As the Spanish language defaults to the masculine when referring to people or objects collectively – unless all of them are female – the English ‘ladies and gentlemen’ address is only directed at males.
The literal translation for Señores is ‘Misters’, meaning the usual announcement refers to ‘Mr Passengers’ but is understood also to include Señoras, or ‘Mrs’, in the plural.
Spanish women do not change their title of address from ‘Miss’ to ‘Mrs’, or Señorita to Señora, upon marriage – this is dictated more by age, although Señorita is thought to be a diminutive and considered rather patronising, so rarely used.
In this way, and given that Spanish women do not change their surnames when they marry, it is impossible to ascertain from their full names including titles whether or not they are wedded.
Some public services, when addressing people collectively, have begun to open with ‘Señores y Señoras’, even though the former, ‘Señores’, on its own, works for both genders, in order to ‘neutralise’ the language in sex terms.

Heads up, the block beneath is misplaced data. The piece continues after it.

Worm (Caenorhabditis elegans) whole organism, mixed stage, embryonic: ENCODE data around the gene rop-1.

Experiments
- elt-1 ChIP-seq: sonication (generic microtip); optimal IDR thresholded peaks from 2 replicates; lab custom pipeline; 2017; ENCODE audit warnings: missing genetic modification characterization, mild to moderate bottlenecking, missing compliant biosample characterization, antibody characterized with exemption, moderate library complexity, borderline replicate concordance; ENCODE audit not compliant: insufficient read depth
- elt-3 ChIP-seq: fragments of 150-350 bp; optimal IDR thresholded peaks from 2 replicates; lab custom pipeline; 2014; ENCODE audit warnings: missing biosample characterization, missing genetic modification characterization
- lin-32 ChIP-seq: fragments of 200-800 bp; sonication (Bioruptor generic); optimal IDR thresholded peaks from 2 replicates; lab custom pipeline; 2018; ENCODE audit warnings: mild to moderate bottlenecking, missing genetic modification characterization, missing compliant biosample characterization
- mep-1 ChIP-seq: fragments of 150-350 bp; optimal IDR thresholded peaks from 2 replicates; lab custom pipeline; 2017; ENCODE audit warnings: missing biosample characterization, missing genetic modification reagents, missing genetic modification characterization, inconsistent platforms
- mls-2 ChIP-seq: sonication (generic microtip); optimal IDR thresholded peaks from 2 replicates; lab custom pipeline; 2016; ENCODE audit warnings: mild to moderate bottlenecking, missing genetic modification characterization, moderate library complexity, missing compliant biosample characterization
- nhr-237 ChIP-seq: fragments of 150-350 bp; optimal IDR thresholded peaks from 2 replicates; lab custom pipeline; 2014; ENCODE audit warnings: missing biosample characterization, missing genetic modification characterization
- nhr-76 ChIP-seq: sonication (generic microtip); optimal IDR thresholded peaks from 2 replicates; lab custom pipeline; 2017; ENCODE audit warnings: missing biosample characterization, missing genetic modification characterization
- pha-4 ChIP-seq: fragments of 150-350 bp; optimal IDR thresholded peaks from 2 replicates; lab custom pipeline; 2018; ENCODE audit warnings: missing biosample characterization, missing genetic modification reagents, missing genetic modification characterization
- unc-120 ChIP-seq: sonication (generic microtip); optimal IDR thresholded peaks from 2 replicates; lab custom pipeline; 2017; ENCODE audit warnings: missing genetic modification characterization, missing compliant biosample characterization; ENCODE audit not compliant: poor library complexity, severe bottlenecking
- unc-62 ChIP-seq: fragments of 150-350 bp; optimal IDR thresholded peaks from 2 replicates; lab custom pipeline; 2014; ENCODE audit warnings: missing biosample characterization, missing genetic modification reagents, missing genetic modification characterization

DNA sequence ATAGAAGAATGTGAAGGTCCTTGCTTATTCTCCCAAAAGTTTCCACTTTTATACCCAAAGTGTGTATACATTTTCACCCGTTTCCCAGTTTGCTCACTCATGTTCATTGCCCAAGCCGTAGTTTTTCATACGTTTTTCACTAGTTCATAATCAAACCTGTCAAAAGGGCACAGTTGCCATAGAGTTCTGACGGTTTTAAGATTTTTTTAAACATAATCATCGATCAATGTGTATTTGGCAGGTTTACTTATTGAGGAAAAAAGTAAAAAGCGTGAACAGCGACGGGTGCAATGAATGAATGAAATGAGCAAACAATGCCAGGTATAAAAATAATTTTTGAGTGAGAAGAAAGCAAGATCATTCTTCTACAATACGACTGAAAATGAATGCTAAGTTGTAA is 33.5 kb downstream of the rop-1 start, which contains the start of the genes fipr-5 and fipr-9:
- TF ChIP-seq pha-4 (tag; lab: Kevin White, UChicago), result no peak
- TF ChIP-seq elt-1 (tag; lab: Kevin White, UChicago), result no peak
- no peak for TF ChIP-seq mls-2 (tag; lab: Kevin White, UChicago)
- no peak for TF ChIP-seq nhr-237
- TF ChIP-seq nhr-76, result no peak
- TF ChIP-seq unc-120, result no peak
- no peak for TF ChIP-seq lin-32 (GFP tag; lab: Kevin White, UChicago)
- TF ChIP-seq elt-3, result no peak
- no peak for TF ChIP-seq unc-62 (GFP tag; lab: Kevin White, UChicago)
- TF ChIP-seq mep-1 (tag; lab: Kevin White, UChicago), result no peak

Airports across Spain are likely to simply address passengers over the loudspeaker with Atención… rather than using any terms that may refer to gender.
Gender-free language has been proposed at government level with debates on introducing a third, neutral term altogether – whilst ‘son’ is Hijo and ‘daughter’ is hija, but a person’s children are known as their Hijos unless they are all female, it has been suggested that the term hijes be introduced so as not to appear to ‘discriminate’ in favour of males.
A similar proposal has been made for hermano (‘brother’), and hermana (‘sister’), which becomes hermanos in the plural unless all the siblings are female, to become hermanes instead.
As yet, this has not taken off and has been met with opposition from numerous quarters, particularly the more right-wing politicians and their supporters.